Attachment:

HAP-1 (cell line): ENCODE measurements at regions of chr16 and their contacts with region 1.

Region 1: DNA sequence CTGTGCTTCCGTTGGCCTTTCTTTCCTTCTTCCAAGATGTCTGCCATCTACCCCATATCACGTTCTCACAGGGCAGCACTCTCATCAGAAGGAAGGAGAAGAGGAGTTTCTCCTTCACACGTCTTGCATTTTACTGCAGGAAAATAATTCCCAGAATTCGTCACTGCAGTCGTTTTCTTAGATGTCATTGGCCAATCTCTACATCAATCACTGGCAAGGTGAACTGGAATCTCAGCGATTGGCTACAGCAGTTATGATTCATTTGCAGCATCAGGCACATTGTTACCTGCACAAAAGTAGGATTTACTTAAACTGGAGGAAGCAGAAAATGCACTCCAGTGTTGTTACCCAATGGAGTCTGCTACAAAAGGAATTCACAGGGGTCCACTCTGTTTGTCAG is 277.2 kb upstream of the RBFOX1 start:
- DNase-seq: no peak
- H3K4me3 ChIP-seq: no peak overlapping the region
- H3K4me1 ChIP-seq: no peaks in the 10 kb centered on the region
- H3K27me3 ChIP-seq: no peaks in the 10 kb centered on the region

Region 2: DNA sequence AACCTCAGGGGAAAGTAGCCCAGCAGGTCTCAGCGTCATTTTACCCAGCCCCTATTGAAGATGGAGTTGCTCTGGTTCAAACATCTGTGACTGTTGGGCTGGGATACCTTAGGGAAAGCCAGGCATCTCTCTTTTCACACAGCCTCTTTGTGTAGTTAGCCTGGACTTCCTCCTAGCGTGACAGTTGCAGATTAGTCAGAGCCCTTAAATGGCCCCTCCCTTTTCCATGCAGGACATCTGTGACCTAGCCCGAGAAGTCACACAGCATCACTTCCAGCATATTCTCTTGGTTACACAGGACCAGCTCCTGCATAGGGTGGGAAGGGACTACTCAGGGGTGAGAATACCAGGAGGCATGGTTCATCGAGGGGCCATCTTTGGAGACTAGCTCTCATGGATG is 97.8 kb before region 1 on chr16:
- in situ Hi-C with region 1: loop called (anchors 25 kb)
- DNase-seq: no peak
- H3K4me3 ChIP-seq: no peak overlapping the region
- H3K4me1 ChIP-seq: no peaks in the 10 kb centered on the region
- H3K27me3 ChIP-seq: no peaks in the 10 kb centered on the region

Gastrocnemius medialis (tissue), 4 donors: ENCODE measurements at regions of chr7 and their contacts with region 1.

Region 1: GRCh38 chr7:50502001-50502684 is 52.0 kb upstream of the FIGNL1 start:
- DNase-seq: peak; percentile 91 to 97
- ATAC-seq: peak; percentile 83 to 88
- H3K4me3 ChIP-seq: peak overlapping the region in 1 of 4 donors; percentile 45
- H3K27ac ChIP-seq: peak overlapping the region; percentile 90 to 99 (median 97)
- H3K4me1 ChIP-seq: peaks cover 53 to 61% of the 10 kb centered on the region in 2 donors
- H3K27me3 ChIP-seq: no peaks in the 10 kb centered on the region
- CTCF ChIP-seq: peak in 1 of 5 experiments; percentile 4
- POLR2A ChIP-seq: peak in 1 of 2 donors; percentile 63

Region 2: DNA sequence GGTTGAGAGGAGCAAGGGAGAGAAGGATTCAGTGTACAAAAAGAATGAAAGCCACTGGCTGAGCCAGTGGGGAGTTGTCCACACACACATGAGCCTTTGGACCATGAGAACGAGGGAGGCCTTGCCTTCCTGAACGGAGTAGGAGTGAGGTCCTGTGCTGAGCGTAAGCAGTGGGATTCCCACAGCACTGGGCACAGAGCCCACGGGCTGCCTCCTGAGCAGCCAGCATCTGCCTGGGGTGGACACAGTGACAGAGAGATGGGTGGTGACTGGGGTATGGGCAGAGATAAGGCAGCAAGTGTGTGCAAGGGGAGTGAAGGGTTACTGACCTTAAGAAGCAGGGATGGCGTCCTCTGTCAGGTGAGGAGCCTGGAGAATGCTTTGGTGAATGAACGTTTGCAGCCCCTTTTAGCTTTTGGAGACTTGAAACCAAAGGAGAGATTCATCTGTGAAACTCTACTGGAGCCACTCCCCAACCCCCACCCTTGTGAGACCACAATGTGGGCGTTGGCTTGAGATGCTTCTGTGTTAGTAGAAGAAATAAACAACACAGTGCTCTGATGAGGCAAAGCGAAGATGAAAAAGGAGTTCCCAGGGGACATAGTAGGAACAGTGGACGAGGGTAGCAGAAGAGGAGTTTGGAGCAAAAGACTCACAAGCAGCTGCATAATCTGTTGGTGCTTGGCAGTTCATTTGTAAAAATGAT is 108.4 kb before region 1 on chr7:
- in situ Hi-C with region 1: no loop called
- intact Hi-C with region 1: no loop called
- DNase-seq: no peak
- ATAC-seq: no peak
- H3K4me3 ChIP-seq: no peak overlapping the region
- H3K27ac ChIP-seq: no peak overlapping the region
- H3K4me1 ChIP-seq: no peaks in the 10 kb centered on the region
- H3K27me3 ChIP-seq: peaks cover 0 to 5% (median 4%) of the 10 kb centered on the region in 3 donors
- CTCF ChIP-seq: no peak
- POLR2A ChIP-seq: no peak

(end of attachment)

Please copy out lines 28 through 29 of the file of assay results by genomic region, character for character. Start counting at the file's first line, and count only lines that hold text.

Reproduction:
- H3K4me3 ChIP-seq: no peak overlapping the region
- H3K27ac ChIP-seq: no peak overlapping the region